The U.S. government is escalating a dispute over a seldom-used B.C. liquor law that it argues discriminates against wine producers south of the border.

On Friday, the Trump administration announced it has asked the World Trade Organization to establish a panel to scrutinize B.C.'s law banning non-local wine from grocery store shelves.

The regulation, which was introduced back in 2015, was previously challenged in a complaint by Barack Obama's government.

"Discriminatory regulations implemented by British Columbia are unfairly keeping U.S. wine off of grocery store shelves, and that is unacceptable," U.S. Trade Ambassador Robert Lighthizer said in a statement.

"(The Trump administration) will continue to hold our trading partners accountable by vigorously enforcing U.S. rights under our trade agreements and by promoting fair and reciprocal trade."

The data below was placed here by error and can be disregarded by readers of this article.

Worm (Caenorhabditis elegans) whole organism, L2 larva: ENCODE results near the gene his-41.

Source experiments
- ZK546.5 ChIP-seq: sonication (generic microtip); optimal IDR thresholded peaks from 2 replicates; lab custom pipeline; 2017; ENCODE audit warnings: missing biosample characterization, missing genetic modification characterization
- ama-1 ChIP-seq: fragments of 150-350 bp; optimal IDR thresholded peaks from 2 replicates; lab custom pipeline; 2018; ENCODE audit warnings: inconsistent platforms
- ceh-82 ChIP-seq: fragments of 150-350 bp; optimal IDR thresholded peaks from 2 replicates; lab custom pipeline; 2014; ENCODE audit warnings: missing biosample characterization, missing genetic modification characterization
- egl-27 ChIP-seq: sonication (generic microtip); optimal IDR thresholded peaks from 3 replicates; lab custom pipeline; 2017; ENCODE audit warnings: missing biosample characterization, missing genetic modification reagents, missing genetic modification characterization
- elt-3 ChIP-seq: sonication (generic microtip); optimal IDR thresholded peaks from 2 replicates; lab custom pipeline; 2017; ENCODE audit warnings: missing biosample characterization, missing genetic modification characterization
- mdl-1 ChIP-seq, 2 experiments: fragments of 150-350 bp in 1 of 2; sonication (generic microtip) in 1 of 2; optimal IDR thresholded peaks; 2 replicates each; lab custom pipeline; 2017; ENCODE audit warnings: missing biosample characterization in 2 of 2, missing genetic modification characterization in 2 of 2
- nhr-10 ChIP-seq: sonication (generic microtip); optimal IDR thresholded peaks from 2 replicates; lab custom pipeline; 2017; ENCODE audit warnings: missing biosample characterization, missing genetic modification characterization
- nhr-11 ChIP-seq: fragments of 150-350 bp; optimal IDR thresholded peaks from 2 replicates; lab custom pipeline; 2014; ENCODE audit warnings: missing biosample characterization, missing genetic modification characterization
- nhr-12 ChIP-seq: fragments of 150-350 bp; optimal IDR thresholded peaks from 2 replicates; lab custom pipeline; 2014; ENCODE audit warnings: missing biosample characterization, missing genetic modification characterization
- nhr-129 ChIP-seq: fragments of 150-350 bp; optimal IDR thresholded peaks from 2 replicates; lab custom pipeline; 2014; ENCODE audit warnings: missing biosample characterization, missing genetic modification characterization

Under B.C. law, there are two ways for grocery stores to sell alcohol. The first is called the store-within-a-store model, which lets them sell beer, wine and hard liquor, including imports, in separated section of the store with its own cashiers. The second option, called wine-on-shelf, lets them stock wine alone alongside groceries.

If they choose the latter, they are required to sell only B.C.-produced wine.

But only 27 grocery stores across the entire province use the wine-only model, according to a spokesperson with B.C.'s Ministry of Attorney General, which oversees liquor regulations.

That amounts to less than two per cent of the grocery stores in B.C., according to Statistics Canada data from 2016.

Speaking at a news conference Friday, B.C. Premier John Horgan brushed off the U.S. criticism.

"The entire Trump administration seems to be lashing out in every direction on every issue," Horgan said. "Now it's wine. It was steel, it was aluminum, it's autos. There doesn't seem to be a sector (where) Mr. Trump doesn't feel that he's aggrieved."

And with tough NAFTA negotiations continuing between Canada and the U.S., Horgan said he would not be wading further into the debate.

According to the Trump administration, U.S. wine exports into B.C. topped $72 million last year, and made up 10 per cent of the province’s wine market.